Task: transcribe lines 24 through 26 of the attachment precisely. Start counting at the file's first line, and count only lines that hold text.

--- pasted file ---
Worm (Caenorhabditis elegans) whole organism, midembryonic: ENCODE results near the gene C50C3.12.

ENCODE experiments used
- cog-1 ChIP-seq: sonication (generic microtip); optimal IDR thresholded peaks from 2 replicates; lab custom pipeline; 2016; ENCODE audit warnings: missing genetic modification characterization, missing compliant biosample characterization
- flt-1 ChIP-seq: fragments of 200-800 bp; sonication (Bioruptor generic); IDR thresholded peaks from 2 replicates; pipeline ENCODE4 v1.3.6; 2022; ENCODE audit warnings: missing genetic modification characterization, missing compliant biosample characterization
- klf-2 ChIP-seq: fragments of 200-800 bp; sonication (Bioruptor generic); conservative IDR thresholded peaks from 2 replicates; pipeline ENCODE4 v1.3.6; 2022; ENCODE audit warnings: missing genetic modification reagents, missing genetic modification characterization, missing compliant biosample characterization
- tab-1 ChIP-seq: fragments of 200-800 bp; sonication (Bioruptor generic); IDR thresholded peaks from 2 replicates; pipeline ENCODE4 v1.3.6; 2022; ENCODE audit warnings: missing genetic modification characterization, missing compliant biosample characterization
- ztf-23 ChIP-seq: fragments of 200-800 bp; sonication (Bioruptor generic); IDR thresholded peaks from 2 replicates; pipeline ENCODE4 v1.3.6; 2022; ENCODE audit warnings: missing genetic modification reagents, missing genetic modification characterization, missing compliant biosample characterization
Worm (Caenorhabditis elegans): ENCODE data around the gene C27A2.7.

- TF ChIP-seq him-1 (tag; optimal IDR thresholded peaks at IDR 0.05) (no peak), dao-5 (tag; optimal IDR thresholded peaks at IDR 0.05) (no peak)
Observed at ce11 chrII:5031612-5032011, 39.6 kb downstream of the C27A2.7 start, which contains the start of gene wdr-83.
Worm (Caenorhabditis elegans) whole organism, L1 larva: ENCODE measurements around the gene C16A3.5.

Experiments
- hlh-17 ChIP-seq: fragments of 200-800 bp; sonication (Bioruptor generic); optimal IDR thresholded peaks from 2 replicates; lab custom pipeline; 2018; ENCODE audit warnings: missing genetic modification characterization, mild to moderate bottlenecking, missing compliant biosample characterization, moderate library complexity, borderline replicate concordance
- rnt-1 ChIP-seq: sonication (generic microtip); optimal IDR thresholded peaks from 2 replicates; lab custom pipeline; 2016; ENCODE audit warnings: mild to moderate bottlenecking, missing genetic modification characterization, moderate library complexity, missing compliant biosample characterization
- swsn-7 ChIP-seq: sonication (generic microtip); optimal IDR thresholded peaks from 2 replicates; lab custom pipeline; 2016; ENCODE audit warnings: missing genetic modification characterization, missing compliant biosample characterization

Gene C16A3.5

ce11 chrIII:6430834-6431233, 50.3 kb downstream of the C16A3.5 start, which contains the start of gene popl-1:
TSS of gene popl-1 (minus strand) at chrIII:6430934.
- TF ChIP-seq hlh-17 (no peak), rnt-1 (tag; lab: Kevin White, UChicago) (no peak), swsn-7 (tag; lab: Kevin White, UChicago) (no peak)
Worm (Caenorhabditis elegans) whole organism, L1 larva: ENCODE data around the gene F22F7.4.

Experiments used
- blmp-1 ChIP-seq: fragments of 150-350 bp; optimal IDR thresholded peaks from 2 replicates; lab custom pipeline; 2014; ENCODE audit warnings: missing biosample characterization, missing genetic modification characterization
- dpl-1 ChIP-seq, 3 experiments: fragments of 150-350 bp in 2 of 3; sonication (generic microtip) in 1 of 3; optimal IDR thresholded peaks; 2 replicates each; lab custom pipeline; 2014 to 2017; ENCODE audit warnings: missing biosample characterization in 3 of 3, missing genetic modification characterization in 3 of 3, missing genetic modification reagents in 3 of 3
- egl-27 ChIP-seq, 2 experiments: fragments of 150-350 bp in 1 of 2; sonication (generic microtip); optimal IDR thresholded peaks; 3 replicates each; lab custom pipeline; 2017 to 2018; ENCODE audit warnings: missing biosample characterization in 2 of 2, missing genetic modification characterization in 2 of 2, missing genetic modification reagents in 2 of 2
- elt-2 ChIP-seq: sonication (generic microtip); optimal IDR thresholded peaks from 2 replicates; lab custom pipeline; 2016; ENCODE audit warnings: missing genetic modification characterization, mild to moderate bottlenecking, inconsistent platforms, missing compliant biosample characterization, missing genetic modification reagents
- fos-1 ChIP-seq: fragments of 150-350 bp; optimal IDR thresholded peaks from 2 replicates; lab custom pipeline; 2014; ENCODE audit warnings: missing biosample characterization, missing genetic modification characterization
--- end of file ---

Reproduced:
- egl-27 ChIP-seq, 2 experiments: fragments of 150-350 bp in 1 of 2; sonication (generic microtip); optimal IDR thresholded peaks; 3 replicates each; lab custom pipeline; 2017 to 2018; ENCODE audit warnings: missing biosample characterization in 2 of 2, missing genetic modification characterization in 2 of 2, missing genetic modification reagents in 2 of 2
- elt-2 ChIP-seq: sonication (generic microtip); optimal IDR thresholded peaks from 2 replicates; lab custom pipeline; 2016; ENCODE audit warnings: missing genetic modification characterization, mild to moderate bottlenecking, inconsistent platforms, missing compliant biosample characterization, missing genetic modification reagents
- fos-1 ChIP-seq: fragments of 150-350 bp; optimal IDR thresholded peaks from 2 replicates; lab custom pipeline; 2014; ENCODE audit warnings: missing biosample characterization, missing genetic modification characterization